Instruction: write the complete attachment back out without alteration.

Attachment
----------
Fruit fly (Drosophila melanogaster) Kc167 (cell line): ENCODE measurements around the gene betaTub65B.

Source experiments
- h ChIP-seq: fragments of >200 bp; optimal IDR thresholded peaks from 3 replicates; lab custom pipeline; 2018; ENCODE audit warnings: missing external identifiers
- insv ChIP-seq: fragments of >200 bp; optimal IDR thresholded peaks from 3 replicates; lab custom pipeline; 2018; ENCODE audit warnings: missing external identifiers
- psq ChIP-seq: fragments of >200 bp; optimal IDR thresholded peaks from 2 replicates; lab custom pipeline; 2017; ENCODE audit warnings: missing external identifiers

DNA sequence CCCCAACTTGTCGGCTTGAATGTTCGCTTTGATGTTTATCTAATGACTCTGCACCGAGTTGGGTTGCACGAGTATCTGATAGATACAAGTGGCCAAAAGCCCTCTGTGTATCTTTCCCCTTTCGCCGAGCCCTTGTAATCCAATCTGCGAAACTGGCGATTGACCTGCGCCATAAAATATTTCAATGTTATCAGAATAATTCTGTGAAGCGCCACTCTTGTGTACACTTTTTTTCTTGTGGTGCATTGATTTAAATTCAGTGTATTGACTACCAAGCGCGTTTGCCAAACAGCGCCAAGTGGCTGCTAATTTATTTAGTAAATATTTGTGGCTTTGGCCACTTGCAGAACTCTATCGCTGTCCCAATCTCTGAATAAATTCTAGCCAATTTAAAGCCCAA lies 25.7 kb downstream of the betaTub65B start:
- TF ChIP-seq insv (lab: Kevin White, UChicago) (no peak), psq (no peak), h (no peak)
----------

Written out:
Fruit fly (Drosophila melanogaster) Kc167 (cell line): ENCODE measurements around the gene betaTub65B.

Source experiments
- h ChIP-seq: fragments of >200 bp; optimal IDR thresholded peaks from 3 replicates; lab custom pipeline; 2018; ENCODE audit warnings: missing external identifiers
- insv ChIP-seq: fragments of >200 bp; optimal IDR thresholded peaks from 3 replicates; lab custom pipeline; 2018; ENCODE audit warnings: missing external identifiers
- psq ChIP-seq: fragments of >200 bp; optimal IDR thresholded peaks from 2 replicates; lab custom pipeline; 2017; ENCODE audit warnings: missing external identifiers

DNA sequence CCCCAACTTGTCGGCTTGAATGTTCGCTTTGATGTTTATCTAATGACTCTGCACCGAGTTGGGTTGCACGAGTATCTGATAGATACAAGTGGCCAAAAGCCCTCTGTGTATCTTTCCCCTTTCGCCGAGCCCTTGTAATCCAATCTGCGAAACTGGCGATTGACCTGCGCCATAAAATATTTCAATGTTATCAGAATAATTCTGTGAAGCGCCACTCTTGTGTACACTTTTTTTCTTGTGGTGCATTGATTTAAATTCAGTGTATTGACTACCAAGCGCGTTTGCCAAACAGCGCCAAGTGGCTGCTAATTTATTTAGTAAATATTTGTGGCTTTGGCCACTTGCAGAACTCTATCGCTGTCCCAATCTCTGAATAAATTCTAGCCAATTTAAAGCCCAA lies 25.7 kb downstream of the betaTub65B start:
- TF ChIP-seq insv (lab: Kevin White, UChicago) (no peak), psq (no peak), h (no peak)